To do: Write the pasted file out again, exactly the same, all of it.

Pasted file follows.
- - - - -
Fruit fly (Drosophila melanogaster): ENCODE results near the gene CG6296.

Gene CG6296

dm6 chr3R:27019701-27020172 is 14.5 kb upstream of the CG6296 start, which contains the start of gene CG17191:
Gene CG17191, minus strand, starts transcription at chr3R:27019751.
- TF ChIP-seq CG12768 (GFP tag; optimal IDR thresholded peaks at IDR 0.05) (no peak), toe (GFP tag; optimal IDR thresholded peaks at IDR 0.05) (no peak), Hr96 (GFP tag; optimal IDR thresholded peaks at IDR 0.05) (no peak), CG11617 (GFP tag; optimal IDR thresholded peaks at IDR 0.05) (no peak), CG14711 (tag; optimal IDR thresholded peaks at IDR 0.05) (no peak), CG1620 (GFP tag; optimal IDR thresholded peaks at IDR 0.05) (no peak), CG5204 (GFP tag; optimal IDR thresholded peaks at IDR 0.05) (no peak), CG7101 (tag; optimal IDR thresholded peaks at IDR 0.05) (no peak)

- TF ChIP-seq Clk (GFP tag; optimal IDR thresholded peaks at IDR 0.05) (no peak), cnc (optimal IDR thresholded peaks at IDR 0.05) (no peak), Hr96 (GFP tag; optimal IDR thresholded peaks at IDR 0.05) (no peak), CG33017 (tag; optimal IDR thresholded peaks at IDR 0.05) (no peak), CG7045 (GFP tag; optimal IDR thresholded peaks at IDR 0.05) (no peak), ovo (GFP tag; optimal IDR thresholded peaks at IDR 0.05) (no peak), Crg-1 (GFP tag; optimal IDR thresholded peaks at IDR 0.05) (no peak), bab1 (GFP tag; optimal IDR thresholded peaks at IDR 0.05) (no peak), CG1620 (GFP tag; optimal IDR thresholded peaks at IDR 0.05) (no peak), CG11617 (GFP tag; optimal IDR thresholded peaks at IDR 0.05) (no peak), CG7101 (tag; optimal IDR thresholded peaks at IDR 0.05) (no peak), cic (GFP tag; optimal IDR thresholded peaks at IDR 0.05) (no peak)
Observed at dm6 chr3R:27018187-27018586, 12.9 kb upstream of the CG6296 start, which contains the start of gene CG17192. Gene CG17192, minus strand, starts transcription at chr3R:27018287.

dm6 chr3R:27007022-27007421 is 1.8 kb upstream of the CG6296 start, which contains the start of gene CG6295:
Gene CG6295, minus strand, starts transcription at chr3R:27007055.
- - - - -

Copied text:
Fruit fly (Drosophila melanogaster): ENCODE results near the gene CG6296.

Gene CG6296

dm6 chr3R:27019701-27020172 is 14.5 kb upstream of the CG6296 start, which contains the start of gene CG17191:
Gene CG17191, minus strand, starts transcription at chr3R:27019751.
- TF ChIP-seq CG12768 (GFP tag; optimal IDR thresholded peaks at IDR 0.05) (no peak), toe (GFP tag; optimal IDR thresholded peaks at IDR 0.05) (no peak), Hr96 (GFP tag; optimal IDR thresholded peaks at IDR 0.05) (no peak), CG11617 (GFP tag; optimal IDR thresholded peaks at IDR 0.05) (no peak), CG14711 (tag; optimal IDR thresholded peaks at IDR 0.05) (no peak), CG1620 (GFP tag; optimal IDR thresholded peaks at IDR 0.05) (no peak), CG5204 (GFP tag; optimal IDR thresholded peaks at IDR 0.05) (no peak), CG7101 (tag; optimal IDR thresholded peaks at IDR 0.05) (no peak)

- TF ChIP-seq Clk (GFP tag; optimal IDR thresholded peaks at IDR 0.05) (no peak), cnc (optimal IDR thresholded peaks at IDR 0.05) (no peak), Hr96 (GFP tag; optimal IDR thresholded peaks at IDR 0.05) (no peak), CG33017 (tag; optimal IDR thresholded peaks at IDR 0.05) (no peak), CG7045 (GFP tag; optimal IDR thresholded peaks at IDR 0.05) (no peak), ovo (GFP tag; optimal IDR thresholded peaks at IDR 0.05) (no peak), Crg-1 (GFP tag; optimal IDR thresholded peaks at IDR 0.05) (no peak), bab1 (GFP tag; optimal IDR thresholded peaks at IDR 0.05) (no peak), CG1620 (GFP tag; optimal IDR thresholded peaks at IDR 0.05) (no peak), CG11617 (GFP tag; optimal IDR thresholded peaks at IDR 0.05) (no peak), CG7101 (tag; optimal IDR thresholded peaks at IDR 0.05) (no peak), cic (GFP tag; optimal IDR thresholded peaks at IDR 0.05) (no peak)
Observed at dm6 chr3R:27018187-27018586, 12.9 kb upstream of the CG6296 start, which contains the start of gene CG17192. Gene CG17192, minus strand, starts transcription at chr3R:27018287.

dm6 chr3R:27007022-27007421 is 1.8 kb upstream of the CG6296 start, which contains the start of gene CG6295:
Gene CG6295, minus strand, starts transcription at chr3R:27007055.